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Richard
Richard, Attorney
Category: Business Law
Satisfied Customers: 54995
Experience:  32 years of experience practicing law and a businessman.
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My daughter is 22, and she cosigned for a friend of hers on

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My daughter is 22, and she cosigned for a friend of hers on an auto loan in April, 2013. She did not fully understand what she was getting into. The primary signer has already been late with a payment. What are her options? Can her name be removed as the co-signer? If the primary signer defaults will they come after my daughter for the money, and will this negatively impact her credit if she decides to purchase a car on her own. The big question is can she get out of his situation?
Welcome! My goal is to do my very best to understand your situation and to provide a full and complete answer for you.


Good afternoon. This is a difficult situation your daughter is in as I'm sure you suspect. There are two contractual relationships here. First, there is the contract with your daughter and her friend with the bank, and then there is the one between your daughter and her friend. With regard to the contractual relationship with the bank, your daughter is full liable for the unpaid balance of the note if it isn't paid. If not paid, the bank can repossess the car, sell it, and both your daughter and her friend are jointly and severally liable...meaning the bank can pursue either or both of them for the full amount owed until the bank gets paid in full. But, with regard to the contractual relationship between your daughter and her friend, if your daughter has to pay any part of the loan, she can sue her friend to recover. Once the suit is filed and a judgment awarded, your daughter would become a judgment creditor, and if her friend doesn’t then pay the judgment, she can have the sheriff serve a summons on her friend for a debtor examination. That forces her friend to meet her in court and answer questions under oath about her friend's assets. After that information is obtained, your daughter has the power to attach bank accounts, have the sheriff seize other personal property, and/or place liens on any non-homestead property to satisfy the judgment. North Carolina, unfortunately for your daughter, does not allow wage garnishment. If her friend does fail to pay the loan and your daughter doesn't pay as co-signer, it will impact your daughter's credit negatively.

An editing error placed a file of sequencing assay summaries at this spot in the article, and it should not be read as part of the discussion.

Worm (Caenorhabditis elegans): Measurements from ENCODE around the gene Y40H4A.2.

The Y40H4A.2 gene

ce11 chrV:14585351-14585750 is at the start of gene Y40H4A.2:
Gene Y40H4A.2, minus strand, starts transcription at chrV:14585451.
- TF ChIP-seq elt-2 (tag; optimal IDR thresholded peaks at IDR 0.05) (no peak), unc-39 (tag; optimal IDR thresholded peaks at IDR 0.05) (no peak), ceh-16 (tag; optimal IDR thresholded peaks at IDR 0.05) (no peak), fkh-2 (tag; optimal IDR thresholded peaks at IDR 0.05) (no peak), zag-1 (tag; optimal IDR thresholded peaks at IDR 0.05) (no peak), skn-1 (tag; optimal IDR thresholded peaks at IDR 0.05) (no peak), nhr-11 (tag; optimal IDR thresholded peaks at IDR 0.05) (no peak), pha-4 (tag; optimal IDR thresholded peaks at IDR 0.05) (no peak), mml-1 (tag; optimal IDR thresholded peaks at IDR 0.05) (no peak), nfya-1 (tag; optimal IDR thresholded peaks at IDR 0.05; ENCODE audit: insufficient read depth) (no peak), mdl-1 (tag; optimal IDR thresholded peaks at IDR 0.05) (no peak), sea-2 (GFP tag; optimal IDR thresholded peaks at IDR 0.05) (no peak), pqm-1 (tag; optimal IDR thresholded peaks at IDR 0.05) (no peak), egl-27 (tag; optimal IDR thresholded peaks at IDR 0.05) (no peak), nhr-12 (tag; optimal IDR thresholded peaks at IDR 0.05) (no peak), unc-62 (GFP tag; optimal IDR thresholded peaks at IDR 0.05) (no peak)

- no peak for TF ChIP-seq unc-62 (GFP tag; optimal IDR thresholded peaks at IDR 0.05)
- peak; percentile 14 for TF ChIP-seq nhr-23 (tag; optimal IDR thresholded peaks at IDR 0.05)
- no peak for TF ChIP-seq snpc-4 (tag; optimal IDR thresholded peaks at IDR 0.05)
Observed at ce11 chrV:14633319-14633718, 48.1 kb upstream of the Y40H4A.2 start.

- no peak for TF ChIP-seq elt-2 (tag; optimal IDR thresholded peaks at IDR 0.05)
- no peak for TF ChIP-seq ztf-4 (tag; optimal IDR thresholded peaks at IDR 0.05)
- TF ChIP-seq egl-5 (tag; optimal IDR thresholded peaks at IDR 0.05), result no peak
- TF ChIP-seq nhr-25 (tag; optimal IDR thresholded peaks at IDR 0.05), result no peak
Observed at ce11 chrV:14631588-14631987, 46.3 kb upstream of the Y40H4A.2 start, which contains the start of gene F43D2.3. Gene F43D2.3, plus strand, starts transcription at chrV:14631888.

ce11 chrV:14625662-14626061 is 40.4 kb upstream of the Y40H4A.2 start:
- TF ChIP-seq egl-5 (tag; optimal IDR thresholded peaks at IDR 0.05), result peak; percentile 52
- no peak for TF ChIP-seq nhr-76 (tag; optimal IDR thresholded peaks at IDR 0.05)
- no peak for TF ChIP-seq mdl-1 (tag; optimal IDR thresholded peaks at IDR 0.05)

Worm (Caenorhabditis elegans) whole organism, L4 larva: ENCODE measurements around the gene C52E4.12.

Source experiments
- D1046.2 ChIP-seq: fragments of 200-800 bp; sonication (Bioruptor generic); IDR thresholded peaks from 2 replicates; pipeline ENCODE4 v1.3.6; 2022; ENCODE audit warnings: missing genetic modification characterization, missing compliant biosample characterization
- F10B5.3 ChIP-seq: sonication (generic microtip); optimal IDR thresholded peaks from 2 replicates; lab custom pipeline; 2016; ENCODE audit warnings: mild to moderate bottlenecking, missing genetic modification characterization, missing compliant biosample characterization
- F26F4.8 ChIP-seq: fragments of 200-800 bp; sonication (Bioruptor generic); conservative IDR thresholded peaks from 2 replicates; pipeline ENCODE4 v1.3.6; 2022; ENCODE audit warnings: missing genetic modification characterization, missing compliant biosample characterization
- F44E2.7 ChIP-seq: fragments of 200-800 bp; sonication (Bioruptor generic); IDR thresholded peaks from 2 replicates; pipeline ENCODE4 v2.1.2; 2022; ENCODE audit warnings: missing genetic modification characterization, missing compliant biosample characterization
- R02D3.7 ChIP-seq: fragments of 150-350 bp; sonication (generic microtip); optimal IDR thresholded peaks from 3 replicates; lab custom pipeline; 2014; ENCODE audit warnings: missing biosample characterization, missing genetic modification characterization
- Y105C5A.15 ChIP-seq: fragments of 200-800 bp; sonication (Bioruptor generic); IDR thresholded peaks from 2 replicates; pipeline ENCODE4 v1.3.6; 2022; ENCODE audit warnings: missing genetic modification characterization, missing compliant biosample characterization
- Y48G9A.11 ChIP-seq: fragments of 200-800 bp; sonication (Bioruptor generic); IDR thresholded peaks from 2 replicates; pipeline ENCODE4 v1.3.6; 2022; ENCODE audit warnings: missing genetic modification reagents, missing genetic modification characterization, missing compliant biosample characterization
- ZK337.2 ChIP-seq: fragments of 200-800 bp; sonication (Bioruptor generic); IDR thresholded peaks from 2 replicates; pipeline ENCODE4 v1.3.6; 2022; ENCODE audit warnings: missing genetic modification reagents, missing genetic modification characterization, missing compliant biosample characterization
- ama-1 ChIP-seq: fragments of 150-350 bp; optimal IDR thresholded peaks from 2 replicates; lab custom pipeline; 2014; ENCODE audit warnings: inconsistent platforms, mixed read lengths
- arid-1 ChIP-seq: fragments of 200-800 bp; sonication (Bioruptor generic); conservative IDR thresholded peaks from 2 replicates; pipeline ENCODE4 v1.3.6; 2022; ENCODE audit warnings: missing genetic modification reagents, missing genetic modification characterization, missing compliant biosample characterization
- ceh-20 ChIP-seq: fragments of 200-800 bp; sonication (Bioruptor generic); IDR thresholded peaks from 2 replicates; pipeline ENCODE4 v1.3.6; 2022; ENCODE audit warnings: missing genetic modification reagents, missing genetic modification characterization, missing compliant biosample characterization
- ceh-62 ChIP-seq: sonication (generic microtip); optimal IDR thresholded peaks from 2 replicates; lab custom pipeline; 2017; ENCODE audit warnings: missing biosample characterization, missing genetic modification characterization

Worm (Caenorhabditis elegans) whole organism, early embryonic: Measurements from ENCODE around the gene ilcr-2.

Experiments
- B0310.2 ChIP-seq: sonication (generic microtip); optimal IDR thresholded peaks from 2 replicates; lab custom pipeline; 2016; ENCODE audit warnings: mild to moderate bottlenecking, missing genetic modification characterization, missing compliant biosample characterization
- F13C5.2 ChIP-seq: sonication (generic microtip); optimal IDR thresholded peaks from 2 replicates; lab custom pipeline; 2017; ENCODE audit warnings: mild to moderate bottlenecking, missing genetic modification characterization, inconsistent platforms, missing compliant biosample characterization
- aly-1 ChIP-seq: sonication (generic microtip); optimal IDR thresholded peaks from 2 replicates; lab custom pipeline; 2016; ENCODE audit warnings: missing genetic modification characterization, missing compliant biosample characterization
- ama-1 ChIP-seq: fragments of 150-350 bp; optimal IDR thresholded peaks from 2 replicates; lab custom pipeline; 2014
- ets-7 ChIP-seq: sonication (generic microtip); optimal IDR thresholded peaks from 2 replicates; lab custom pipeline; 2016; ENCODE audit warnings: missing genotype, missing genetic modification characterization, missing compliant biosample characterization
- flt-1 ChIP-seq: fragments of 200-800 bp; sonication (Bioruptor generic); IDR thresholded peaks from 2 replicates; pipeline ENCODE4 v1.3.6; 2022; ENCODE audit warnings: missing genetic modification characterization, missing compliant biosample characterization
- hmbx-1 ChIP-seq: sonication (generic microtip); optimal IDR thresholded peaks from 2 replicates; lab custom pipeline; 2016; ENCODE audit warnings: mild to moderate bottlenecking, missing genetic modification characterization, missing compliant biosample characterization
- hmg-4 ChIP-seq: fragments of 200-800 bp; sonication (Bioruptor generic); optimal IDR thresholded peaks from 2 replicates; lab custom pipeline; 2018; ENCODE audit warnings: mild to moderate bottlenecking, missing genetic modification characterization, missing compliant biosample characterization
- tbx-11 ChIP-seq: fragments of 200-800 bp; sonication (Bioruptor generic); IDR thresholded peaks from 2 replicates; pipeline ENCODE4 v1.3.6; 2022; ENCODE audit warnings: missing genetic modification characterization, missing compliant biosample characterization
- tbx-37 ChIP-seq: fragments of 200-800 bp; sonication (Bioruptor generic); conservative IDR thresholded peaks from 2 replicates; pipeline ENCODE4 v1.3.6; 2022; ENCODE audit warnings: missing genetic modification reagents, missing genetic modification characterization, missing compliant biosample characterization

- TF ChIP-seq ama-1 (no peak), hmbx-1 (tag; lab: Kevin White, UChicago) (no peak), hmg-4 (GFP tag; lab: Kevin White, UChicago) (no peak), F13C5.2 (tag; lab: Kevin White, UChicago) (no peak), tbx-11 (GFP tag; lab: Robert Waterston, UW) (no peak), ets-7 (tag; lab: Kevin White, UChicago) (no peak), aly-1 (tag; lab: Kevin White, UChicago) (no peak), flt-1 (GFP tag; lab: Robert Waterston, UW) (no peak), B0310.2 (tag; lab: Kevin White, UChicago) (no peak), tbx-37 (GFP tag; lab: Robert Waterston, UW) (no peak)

This is the part of my job I don't like...when the law is not in favor of my customer. I wish I could tell you that your daughter could easily get out of this situation, but, I can only provide you information based on the law so that you can act on the best available information to you. ………..I wish I had better news, but can only hope you recognize and understand my predicament and don't shoot the messenger. I'm sorry!



Thank you so much for allowing me to help you with your questions. I have done my best to provide information which will be helpful to you. If I have not fully addressed your questions or if you have any follow up questions, or if I have misinterpreted your questions in any way, please do not rate me yet, but simply ask a follow up question without rating so I can provide you with a fully satisfactory answer. If I have fully answered your question(s) to your satisfaction, I would appreciate you rating my service with 3, 4, or 5 faces/stars so I can receive credit for helping you today. I thank you in advance for taking the time to provide me a positive rating!
Customer: replied 3 years ago.


One follow up question. Let's say the primary signer misses 1 or 2 payments, or falls 60+ days behind. Will they pursue my daughter for the money? Secondly, will the poor payment history show up on my daughter's credit report?

Thanks for following up. Yes, they will likely pursue your daughter for the money. And, it will likely show up on your daughter's credit report if she's a co-signer; if she's simply a guarantor, it would only negatively impact her credit report if the bank turns to her and she fails to pay under her guaranty.
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